57. William Jay, The Life of John Jay (New York: J. & J. Harper, 1833), Vol. I, pp. 519-520, from his Last Will & Testament. (Return)

58. William Jay, The Life of John Jay (New York: J & J Harper, 1833), Vol. II, p. 386, to John Murray, April 15, 1818. (Return)

59. John Jay, The Correspondence and Public Papers of John Jay, 1794-1826, Henry P. Johnston, editor (New York: Burt Franklin, 1890), Vol. IV, pp. 494, 498, from his “Address at the Annual Meeting of the American Bible Society,” May 13, 1824. (Return)

60. William Jay, The Life of John Jay (New York: J. & J. Harper, 1833), Vol. I, pp. 457-458, to the Committee of the Corporation of the City of New York on June 29, 1826. (Return)

61. John Jay, John Jay: The Winning of the Peace. Unpublished Papers 1780-1784, Richard B. Morris, editor (New York: Harper & Row Publishers, 1980), Vol. II, p. 709, to Peter Augustus Jay on April 8, 1784. (Return)

62. William Jay, The Life of John Jay (New York: J. & J. Harper, 1833), Vol. II, p. 266, to the Rev. Uzal Ogden on February 14, 1796. (Return)

63. William Jay, The Life of John Jay (New York: J. & J. Harper, 1833), Vol. II, p. 376, to John Murray Jr. on October 12, 1816.(Return)

64. Thomas Jefferson, The Writings of Thomas Jefferson, Albert Bergh, editor (Washington, D. C.: Thomas Jefferson Memorial Assoc., 1904), Vol. XV, p. 383, to Dr. Benjamin Waterhouse on June 26, 1822. (Return)

65. Thomas Jefferson, The Writings of Thomas Jefferson, Alberty Ellery Bergh, editor (Washington D.C.: The Thomas Jefferson Memorial Association, 1904), Vol. XII, p. 315, to James Fishback, September 27, 1809. (Return)

66. Thomas Jefferson, Memoir, Correspondence, and Miscellanies from the Papers of Thomas Jefferson, Thomas Jefferson Randolph, editor (Boston: Grey & Bowen, 1830), Vol. III, p. 506, to Benjamin Rush, April 21, 1803. (Return)

67. Thomas Jefferson, The Writings of Thomas Jefferson, Albert Ellery Bergh, editor (Washington, D.C.: The Thomas Jefferson Memorial Association, 1904), Vol. XIV, p. 385, to Charles Thomson on January 9, 1816. (Return)

68. Edwards Beardsley, Life and Times of William Samuel Johnson (Boston: Houghton, Mifflin and Company, 1886), p. 184. (Return)

69. E. Edwards Beardsley, Life and Times of William Samuel Johnson (Boston: Houghton, Mifflin and Company, 1886), pp. 141-145. (Return)

70. William Kent, Memoirs and Letters of James Kent, (Boston: Little, Brown, and Company, 1898), pp. 276-277. (Return)

71. Hugh A. Garland, The Life of John Randolph of Roanoke (New York: D. Appleton & Company, 1853), Vol. II, p. 104, from Francis Scott Key to John Randolph. (Return)

72. James Madison, Letters and Other Writings of James Madison (New York: R. Worthington, 1884), Vol. I, pp. 5-6, to William Bradford on November 9, 1772. (Return)

73. James Madison, The Papers of James Madison, William T. Hutchinson, editor (Illinois: University of Chicago Press, 1962), Vol. I, p. 96, to William Bradford on September 25, 1773. (Return)

74. Letters of Delegates to Congress: November 7, 1785-November 5, 1786, Paul H. Smith, editor (Washington DC: Library of Congress, 1995), Vol. 23, p. 337, James Manning to Robert Carter on June 7, 1786.(Return)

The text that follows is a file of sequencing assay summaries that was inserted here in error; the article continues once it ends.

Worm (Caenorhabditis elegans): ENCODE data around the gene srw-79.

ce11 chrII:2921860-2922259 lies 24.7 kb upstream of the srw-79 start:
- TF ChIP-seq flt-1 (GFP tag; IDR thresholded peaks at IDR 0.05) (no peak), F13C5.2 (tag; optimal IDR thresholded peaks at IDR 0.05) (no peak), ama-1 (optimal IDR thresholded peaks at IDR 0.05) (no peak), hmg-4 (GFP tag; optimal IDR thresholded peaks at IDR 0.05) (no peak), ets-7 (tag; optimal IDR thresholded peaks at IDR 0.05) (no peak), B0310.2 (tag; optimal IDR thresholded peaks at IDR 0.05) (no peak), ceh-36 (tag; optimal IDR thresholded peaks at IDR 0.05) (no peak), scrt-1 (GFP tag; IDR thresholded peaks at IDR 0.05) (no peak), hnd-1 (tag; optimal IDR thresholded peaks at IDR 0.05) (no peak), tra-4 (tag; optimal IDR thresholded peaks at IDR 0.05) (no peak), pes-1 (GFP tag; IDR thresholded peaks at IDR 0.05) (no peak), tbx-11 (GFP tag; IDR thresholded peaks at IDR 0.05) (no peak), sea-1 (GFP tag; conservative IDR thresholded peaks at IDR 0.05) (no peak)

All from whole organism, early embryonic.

75. Letters of Delegates to Congress: May 1, 1777 – September 18, 1777, Paul H. Smith, editor (Washington DC: Library of Congress, 1981), Vol. 7, pp. 645-646, Henry Marchant to Sarah Marchant on September 9, 1777.(Return)

76. Kate Mason Rowland, Life of George Mason (New York: G. P. Putnam’s Sons, 1892), Vol. I, p. 373, Will of Colonel George Mason, June 29, 1715 (this will was later replaced by the will below.) (Return)

77. Will of George Mason, attested March 20, 1773. (Return)

78. Bernard C. Steiner, One Hundred and Ten Years of Bible Society Work in Maryland, 1810-1920 (Maryland Bible Society, 1921), p. 14. (Return)

79. Bernard C. Steiner, One Hundred and Ten Years of Bible Society Work in Maryland, 1810-1920 (Maryland Bible Society, 1921), p. 14. (Return)

80. A. J. Dallas, Reports of Cases Ruled and Adjudged in the Courts of Pennsylvania (Phila¬delphia: P. Byrne, 1806), p. 39, Respublica v. John Roberts, Pa. Sup. Ct. 1778. (Return)

81. William B. Reed, Life and Correspondence of Joseph Reed (Philadelphia: Lindsay and Blakiston, 1847), Vol. II, pp. 36-37. (Return)

82. Collections of the New York Historical Society for the Year 1821 (New York: E. Bliss and E. White, 1821), pp. 32, 34, from “An Inaugural Discourse Delivered Before the New York Historical Society by the Honorable Gouverneur Morris, (President,) 4th September, 1816.” (Return)

83. Letters of Delegates to Congress: February 1, 1778-May 31, 1778, Paul H. Smith, editor (Washington DC: Library of Congress, 1982), Vol. 9, pp. 729-730, Gouverneur Morris to General Anthony Wayne on May 21, 1778.(Return)

84. Jedidiah Morse, A Sermon, Exhibiting the Present Dangers and Consequent Duties of the Citizens of the United States of America, Delivered at Charlestown, April 25, 1799, The Day of the National Fast (MA: Printed by Samuel Etheridge, 1799), p. 9. (Return)

85. From his last will and testament, attested January 28, 1777. (Return)

86. James Otis, The Rights of the British Colonies Asserted and Proved (London: J. Williams and J. Almon, 1766), pp. 11, 98. (Return)

87. Robert Treat Paine, The Papers of Robert Treat Paine, Stephen T. Riley and Edward W. Hanson, editors (Boston: Massachusetts Historical Society, 1992), Vol. I, p. 48, Robert Treat Paine’s Confession of Faith, 1749. (Return)

88. From the Last Will & Testament of Robert Treat Paine, attested May 11, 1814. (Return)

89. Robert Treat Paine, The Papers of Robert Treat Paine, Stephen T. Riley and Edward W. Hanson, editors (Boston: Massachusetts Historical Society, 1992), Vol. I, p. 49, Robert Treat Paine’s Confession of Faith, 1749. (Return)

Courtesy of Wallbuilders at http://www.wallbuilders.com/LIBissuesArticles.asp?id=8755